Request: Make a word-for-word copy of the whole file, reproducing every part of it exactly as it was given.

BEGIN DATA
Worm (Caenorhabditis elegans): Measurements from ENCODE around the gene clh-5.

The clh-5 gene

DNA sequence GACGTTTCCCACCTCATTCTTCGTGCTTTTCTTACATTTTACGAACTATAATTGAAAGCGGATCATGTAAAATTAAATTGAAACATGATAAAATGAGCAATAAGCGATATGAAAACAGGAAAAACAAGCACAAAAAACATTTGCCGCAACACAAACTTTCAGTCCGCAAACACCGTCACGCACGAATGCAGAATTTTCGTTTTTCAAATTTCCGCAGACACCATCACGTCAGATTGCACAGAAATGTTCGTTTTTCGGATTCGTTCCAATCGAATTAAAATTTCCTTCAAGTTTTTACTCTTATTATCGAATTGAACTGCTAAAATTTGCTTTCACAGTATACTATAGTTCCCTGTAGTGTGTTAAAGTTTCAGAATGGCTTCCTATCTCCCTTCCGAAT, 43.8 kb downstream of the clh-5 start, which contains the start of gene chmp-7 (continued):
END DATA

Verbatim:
Worm (Caenorhabditis elegans): Measurements from ENCODE around the gene clh-5.

The clh-5 gene

DNA sequence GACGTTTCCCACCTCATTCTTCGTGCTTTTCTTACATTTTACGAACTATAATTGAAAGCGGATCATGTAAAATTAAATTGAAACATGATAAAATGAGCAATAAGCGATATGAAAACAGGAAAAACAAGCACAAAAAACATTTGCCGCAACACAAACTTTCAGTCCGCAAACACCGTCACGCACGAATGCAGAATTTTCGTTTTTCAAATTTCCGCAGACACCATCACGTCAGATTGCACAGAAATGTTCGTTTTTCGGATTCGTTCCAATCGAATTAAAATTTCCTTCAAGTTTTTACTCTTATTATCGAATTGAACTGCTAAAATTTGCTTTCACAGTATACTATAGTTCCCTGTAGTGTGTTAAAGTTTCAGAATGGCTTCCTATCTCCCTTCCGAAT, 43.8 kb downstream of the clh-5 start, which contains the start of gene chmp-7 (continued):